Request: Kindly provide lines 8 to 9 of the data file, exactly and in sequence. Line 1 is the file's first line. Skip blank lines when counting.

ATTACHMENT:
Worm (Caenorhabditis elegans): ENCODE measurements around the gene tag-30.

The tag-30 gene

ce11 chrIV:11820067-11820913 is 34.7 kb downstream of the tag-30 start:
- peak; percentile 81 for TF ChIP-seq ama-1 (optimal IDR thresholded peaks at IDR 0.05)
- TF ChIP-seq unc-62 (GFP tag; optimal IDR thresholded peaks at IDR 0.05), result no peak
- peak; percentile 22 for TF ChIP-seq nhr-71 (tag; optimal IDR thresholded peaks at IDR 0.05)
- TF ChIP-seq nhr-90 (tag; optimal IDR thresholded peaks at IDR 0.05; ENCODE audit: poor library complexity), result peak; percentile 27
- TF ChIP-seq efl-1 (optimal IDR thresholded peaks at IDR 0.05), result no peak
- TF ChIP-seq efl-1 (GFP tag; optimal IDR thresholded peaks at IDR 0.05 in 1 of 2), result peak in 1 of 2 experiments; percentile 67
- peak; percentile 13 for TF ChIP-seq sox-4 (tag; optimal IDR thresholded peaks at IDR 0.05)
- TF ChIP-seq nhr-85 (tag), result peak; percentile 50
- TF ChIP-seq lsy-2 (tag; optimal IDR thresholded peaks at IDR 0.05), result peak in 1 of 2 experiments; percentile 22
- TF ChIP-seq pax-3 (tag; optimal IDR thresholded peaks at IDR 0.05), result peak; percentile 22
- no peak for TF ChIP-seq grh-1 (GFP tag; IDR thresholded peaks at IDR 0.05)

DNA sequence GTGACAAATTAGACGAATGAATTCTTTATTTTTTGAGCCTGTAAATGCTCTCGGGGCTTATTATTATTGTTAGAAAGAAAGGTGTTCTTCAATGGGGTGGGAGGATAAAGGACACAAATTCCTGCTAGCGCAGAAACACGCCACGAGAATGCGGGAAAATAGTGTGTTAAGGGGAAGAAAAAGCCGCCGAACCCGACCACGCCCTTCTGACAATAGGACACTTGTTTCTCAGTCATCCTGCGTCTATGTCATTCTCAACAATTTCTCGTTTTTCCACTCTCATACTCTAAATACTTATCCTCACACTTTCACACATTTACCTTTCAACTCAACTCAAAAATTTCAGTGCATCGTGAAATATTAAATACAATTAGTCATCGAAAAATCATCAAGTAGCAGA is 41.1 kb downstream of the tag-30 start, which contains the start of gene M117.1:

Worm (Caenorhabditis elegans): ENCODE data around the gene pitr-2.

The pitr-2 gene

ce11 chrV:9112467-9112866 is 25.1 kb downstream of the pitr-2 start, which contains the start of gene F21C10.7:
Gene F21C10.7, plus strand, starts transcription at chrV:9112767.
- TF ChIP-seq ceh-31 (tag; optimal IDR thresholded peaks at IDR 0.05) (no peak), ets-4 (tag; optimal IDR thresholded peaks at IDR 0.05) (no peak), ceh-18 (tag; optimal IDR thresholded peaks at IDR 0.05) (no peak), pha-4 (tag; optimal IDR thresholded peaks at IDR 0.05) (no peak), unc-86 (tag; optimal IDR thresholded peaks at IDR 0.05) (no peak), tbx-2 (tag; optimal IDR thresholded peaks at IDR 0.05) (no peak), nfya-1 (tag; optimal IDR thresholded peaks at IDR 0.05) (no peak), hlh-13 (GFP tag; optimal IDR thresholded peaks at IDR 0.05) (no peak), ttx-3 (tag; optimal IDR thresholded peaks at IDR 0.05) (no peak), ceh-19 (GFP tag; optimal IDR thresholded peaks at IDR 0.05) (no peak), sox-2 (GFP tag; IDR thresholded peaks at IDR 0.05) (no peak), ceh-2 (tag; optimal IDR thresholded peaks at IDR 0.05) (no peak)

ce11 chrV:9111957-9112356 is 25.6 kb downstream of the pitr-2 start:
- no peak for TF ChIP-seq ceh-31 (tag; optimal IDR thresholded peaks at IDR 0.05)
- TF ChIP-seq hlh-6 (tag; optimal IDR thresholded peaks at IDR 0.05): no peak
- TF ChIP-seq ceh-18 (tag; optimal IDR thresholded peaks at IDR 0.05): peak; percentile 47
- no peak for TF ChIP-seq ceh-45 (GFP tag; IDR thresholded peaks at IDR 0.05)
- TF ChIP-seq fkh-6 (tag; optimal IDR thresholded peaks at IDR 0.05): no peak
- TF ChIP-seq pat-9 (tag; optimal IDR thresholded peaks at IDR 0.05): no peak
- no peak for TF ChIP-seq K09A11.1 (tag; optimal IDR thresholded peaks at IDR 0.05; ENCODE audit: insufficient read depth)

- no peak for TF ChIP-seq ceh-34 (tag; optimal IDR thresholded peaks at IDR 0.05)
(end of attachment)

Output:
- TF ChIP-seq efl-1 (optimal IDR thresholded peaks at IDR 0.05), result no peak
- TF ChIP-seq efl-1 (GFP tag; optimal IDR thresholded peaks at IDR 0.05 in 1 of 2), result peak in 1 of 2 experiments; percentile 67